Avoid Layout Thrashing to keep your website performant

Avoid Layout Thrashing to keep your website performant


In web development, understanding the rendering process is important for creating fast, high-quality apps.

Layout reflow happens when browsers determine page element placement and size. However, if not managed properly, it can lead to performance issues.

What Triggers a Layout Reflow?

Several actions can cause the browser to perform a reflow, including:

  • DOM Manipulation: JavaScript that changes the layout, like adjusting an element's height, can cause a reflow. This impacts the changed element, its child elements, and possibly its sibling and parent elements.

  • Style Changes: Adjusting styles that change the size or position of elements triggers a reflow.

  • Accessing Computed Styles: When your script accesses certain properties like offsetWidth, scrollTop, or calls getComputedStyle(), it can force a reflow because the browser must provide the most up-to-date value.

The Problem of Layout Thrashing

Layout thrashing happens when scripts keep switching between reading from and writing to the DOM. This makes the browser do many reflows quickly, one after another. This is not efficient and can make performance worse because each reflow uses a lot of computer power and takes up important CPU resources.

Strategies to Avoid Layout Reflow Issues

To minimize the impact of layout reflows, here is what you can do:

  • Batch DOM Read/Write Operations: Organize your code to group all DOM reads together before performing any writes. This approach reduces the number of reflows by avoiding repeated read/write cycles. For example, collect data from multiple elements first, then apply all your changes in one go.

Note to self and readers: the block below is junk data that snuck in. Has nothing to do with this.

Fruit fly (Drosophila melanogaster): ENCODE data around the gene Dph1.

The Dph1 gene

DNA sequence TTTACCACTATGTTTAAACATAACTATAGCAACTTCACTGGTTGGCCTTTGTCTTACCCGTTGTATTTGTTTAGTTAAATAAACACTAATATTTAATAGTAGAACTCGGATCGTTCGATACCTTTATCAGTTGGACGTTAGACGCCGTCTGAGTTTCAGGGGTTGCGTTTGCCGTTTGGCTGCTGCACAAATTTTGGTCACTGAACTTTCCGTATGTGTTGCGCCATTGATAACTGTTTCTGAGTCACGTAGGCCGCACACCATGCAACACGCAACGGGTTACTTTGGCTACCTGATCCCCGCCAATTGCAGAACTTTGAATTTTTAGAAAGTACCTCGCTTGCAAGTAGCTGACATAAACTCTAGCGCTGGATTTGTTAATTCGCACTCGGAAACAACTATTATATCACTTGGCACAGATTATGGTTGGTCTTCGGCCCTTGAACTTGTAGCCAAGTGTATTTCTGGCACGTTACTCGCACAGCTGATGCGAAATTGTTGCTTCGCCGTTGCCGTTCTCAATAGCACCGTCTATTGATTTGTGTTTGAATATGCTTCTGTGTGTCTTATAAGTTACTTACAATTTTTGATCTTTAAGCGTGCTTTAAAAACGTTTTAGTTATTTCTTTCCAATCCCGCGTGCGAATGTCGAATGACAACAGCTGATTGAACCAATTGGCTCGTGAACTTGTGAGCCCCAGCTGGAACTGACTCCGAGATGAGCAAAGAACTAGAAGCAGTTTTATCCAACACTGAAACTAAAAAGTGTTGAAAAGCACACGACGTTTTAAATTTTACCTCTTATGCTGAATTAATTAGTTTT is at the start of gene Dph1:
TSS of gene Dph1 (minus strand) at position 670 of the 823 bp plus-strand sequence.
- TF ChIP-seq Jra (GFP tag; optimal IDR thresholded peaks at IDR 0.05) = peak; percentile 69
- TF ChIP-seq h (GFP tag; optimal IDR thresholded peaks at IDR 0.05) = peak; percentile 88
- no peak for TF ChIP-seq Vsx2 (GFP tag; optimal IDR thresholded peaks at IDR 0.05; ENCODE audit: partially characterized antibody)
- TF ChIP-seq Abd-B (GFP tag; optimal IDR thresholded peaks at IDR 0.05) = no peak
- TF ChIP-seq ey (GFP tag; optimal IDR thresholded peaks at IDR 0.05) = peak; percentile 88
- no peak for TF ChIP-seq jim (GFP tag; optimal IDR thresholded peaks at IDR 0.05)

• Use Document Fragments: Don't change the DOM directly. Instead, use document fragments to make your changes off-DOM. When you're done, add the fragment to the DOM in one step. This way, you'll have fewer reflows.

  • Optimize CSS: Simplify your CSS selectors and avoid complex queries that can slow down style calculations and, by extension, reflows.

  • UserequestAnimationFrame: This API allows you to queue up changes to be executed in the next frame, aligning your updates with the browser's repaint cycle and reducing unnecessary reflows.

  • Debounce and Throttle Event Handlers: For events that cause many updates (like resize or scroll events), using debounce or throttle methods helps control how often event handlers run. This lowers the chance of layout problems.